Minister in Economic Affairs and Investment, Marsha Caddle, has identified key ways in which focused and targeted regional integration efforts can help Caribbean countries put people at the centre of their trade and development agendas.
She expressed this view during the just concluded UNCTAD 15 conference in Barbados, in a Ministerial Roundtable session on Regional Integration for a Resilient, Inclusive and Sustainable Future.
The session also included UNCTAD Secretary General, Rebeca Grynspan; Commonwealth Secretary General, Patricia Scotland, and other ministers and experts.
Minister Caddle referenced the words of activist Lilla Watson in emphasising that countries in the region and across the globe must first acknowledge “that your liberation is bound up with mine”, and work together on solutions.
“We have to acknowledge … that trade dependency, finance, debt, the climate crisis and adaptation to climate are inextricably linked, and the countries in this region are on the frontline [in] all of those areas,” she stated.
Minister Caddle outlined five CARICOM regional integration actions that would make real differences in national economies and in the lives of people.
“We all have to acknowledge that there are frontline states when it comes to the climate crisis…and we need to be able to realise that those frontline states are going to require a different approach and a greater share of adaptation resources.”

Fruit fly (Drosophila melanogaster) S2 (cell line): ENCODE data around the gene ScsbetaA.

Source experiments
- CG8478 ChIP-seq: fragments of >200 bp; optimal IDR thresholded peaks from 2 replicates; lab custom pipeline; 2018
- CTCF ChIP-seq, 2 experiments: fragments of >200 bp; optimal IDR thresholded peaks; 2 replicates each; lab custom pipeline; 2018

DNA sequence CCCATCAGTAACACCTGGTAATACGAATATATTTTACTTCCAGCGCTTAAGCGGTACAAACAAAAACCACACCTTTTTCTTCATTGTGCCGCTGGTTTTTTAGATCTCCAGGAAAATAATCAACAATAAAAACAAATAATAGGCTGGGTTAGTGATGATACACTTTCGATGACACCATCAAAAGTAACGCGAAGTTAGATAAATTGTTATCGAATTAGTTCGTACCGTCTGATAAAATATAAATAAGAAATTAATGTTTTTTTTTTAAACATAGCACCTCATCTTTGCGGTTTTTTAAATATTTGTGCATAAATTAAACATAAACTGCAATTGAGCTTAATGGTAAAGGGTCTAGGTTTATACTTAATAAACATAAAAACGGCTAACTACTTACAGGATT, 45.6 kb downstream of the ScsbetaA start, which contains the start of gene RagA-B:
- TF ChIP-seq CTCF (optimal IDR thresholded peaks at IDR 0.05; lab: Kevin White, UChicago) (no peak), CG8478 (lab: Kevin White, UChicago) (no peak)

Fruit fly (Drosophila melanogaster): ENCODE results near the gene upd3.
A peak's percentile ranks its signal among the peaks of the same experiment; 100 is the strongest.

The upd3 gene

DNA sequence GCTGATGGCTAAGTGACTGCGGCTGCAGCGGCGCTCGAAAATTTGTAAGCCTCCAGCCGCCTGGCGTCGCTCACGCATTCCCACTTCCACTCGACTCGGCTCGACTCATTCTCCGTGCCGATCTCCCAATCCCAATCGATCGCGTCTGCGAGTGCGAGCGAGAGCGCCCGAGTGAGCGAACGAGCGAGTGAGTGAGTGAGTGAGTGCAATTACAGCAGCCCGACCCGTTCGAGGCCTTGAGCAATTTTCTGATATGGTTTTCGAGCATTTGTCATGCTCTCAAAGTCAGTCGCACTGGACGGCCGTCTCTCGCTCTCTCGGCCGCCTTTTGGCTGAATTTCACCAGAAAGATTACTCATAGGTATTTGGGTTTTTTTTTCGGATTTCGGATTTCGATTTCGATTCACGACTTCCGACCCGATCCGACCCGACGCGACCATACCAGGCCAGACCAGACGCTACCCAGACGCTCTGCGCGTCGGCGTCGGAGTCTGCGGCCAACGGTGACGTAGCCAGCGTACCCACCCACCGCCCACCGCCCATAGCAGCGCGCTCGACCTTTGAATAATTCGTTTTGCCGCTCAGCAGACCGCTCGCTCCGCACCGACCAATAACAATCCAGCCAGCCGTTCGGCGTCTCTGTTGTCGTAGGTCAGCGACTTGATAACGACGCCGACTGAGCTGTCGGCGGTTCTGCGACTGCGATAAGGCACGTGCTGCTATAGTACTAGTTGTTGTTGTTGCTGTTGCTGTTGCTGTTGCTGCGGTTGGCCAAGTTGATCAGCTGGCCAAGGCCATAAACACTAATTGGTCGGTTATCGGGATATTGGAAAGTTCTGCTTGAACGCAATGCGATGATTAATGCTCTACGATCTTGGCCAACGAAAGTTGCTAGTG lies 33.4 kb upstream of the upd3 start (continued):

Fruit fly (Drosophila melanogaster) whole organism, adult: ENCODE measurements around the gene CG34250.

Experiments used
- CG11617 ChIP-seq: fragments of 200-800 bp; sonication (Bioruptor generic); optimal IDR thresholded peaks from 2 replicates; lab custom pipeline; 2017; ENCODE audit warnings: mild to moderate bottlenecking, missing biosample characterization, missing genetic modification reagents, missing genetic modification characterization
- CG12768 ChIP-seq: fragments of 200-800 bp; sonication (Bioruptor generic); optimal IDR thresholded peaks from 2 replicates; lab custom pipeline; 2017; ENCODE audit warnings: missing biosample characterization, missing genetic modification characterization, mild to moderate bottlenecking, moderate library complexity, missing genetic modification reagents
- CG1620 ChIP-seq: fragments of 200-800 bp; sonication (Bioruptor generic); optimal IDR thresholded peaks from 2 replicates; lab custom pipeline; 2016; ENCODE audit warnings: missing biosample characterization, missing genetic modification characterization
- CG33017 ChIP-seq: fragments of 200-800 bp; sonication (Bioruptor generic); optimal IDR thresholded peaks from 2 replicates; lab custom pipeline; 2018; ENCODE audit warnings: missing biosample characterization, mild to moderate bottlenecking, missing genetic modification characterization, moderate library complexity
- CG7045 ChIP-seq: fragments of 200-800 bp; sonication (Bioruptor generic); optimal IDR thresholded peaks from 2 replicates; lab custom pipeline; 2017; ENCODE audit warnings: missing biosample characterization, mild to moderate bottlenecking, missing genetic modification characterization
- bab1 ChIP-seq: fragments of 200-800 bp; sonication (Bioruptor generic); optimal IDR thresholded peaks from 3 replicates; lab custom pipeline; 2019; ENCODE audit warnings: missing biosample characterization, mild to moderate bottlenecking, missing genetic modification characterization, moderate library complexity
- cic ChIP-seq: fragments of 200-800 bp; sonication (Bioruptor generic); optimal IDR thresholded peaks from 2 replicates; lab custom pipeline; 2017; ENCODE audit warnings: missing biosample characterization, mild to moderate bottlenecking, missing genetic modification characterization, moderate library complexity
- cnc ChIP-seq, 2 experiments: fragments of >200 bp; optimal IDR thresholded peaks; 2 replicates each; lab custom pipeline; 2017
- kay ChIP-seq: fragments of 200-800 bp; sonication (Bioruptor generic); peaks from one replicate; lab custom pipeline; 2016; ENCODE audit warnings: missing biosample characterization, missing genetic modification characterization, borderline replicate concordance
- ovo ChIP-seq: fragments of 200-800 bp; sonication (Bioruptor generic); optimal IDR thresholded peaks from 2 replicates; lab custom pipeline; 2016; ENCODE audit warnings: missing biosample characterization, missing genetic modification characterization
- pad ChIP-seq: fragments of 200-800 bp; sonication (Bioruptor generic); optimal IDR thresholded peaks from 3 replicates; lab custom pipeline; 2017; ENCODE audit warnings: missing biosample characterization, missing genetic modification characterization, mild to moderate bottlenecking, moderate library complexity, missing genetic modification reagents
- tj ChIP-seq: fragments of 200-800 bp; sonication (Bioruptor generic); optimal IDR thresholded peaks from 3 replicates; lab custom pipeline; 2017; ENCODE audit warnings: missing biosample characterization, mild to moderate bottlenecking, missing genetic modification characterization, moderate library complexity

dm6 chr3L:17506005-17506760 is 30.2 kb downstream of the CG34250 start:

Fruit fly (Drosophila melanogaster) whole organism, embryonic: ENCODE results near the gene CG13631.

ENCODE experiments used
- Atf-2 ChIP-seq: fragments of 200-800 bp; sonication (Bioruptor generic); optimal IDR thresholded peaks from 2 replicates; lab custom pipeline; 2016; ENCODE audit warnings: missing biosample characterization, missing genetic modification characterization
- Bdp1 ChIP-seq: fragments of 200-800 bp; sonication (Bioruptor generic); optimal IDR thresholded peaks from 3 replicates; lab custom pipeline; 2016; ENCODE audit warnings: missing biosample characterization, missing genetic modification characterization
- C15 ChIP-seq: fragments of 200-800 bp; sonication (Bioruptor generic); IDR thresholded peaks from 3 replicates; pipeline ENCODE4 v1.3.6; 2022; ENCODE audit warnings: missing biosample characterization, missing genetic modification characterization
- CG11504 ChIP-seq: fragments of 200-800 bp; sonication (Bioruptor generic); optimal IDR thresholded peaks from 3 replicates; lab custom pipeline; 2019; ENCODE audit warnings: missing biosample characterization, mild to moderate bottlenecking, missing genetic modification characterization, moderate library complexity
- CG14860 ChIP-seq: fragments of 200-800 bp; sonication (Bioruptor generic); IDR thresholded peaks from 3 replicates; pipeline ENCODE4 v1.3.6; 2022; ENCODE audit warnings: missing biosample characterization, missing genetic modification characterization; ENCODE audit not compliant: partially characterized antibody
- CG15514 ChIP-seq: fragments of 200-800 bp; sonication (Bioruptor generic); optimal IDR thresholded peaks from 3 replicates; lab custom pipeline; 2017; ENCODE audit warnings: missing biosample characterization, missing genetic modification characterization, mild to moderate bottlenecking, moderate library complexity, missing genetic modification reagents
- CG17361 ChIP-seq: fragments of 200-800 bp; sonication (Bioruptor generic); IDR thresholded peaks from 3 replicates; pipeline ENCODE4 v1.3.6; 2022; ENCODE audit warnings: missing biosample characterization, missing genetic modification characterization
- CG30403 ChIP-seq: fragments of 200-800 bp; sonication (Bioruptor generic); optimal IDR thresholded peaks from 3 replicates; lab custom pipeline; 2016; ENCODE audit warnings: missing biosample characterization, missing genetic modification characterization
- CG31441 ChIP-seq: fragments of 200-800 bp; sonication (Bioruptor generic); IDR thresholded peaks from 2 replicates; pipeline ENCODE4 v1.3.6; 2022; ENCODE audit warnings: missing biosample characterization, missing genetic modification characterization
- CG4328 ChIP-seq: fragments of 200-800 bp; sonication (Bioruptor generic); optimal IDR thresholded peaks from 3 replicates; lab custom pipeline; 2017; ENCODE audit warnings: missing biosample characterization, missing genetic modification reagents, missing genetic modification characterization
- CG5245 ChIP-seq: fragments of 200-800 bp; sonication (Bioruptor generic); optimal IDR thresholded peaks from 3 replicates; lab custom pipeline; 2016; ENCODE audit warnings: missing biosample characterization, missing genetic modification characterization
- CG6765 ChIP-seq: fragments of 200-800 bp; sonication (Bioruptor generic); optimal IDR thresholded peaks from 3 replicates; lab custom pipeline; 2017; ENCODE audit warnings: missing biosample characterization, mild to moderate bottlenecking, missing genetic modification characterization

Related to this, she identified the need to mobilise regional and international savings and private sector capital to finance resilience. “And one of the ways that we have sought to do that in Barbados and in collaboration with others in CARICOM is through Growth and Resilience Funds. What does that look like?
“In Barbados we’ve come up with the Roofs to Reefs Programme to make visible all the investments – mitigation and adaptation – that are necessary to get us to a certain standard of resilience. But it doesn’t make sense to only set up a Barbados market or a Grenada market…, we see this as a regional investment market where we are able to weight projects in terms of their resilience content, and establish Funds that invest only in such projects,” Minister Caddle explained.
She further stated that the conversation on this matter has to go beyond the subject of grant or concessionary finance, which is necessary but not sufficient to meet the scale of investment required, given the lack of fiscal space countries have.
The third area identified by the Minister was the strengthening of regional supply chains through the lowering of regional trade barriers and improving regional transport infrastructure.
Using fast ferries as an example, the Minister explained that while we develop a global framework for nutrition security that enables governments to promote better health without contravening trade rules, finding affordable ways to move not just people – but cargo – regionally, will make a difference.
“Fast ferries or boats only make financial sense if they carry cargo as well as people, and are needed to move fresh produce around the region. This requires regulations that make it easier for goods to come on and off quickly, and port improvements in each port on the order of about half a million in infrastructure,” she said.
She also cited the need for regional cooperation in telecommunications, through a single mobile rate and regulation of major technology companies, especially in light of increased online trade, so as to ensure their citizens had access to major online marketplaces like Amazon and Alibaba, and a system of common social benefits that move with people when they move.